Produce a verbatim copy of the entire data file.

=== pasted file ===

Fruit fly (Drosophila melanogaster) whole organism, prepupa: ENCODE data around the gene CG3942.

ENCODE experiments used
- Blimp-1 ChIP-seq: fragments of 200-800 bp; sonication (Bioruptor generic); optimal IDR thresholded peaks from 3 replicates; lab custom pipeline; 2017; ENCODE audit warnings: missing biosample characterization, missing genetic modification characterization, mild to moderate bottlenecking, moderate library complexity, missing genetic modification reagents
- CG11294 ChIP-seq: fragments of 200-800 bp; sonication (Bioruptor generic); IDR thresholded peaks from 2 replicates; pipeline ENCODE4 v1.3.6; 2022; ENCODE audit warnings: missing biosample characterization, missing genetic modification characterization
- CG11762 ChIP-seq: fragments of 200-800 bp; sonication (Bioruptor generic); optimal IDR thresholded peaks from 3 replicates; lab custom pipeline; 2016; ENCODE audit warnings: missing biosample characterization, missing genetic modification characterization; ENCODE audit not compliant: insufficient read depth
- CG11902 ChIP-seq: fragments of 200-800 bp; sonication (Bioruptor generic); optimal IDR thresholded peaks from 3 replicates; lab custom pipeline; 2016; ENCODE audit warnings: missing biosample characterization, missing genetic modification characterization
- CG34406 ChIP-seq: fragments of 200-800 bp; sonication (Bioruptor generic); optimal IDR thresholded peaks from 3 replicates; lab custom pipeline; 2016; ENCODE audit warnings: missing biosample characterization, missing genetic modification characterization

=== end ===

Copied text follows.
Fruit fly (Drosophila melanogaster) whole organism, prepupa: ENCODE data around the gene CG3942.

ENCODE experiments used
- Blimp-1 ChIP-seq: fragments of 200-800 bp; sonication (Bioruptor generic); optimal IDR thresholded peaks from 3 replicates; lab custom pipeline; 2017; ENCODE audit warnings: missing biosample characterization, missing genetic modification characterization, mild to moderate bottlenecking, moderate library complexity, missing genetic modification reagents
- CG11294 ChIP-seq: fragments of 200-800 bp; sonication (Bioruptor generic); IDR thresholded peaks from 2 replicates; pipeline ENCODE4 v1.3.6; 2022; ENCODE audit warnings: missing biosample characterization, missing genetic modification characterization
- CG11762 ChIP-seq: fragments of 200-800 bp; sonication (Bioruptor generic); optimal IDR thresholded peaks from 3 replicates; lab custom pipeline; 2016; ENCODE audit warnings: missing biosample characterization, missing genetic modification characterization; ENCODE audit not compliant: insufficient read depth
- CG11902 ChIP-seq: fragments of 200-800 bp; sonication (Bioruptor generic); optimal IDR thresholded peaks from 3 replicates; lab custom pipeline; 2016; ENCODE audit warnings: missing biosample characterization, missing genetic modification characterization
- CG34406 ChIP-seq: fragments of 200-800 bp; sonication (Bioruptor generic); optimal IDR thresholded peaks from 3 replicates; lab custom pipeline; 2016; ENCODE audit warnings: missing biosample characterization, missing genetic modification characterization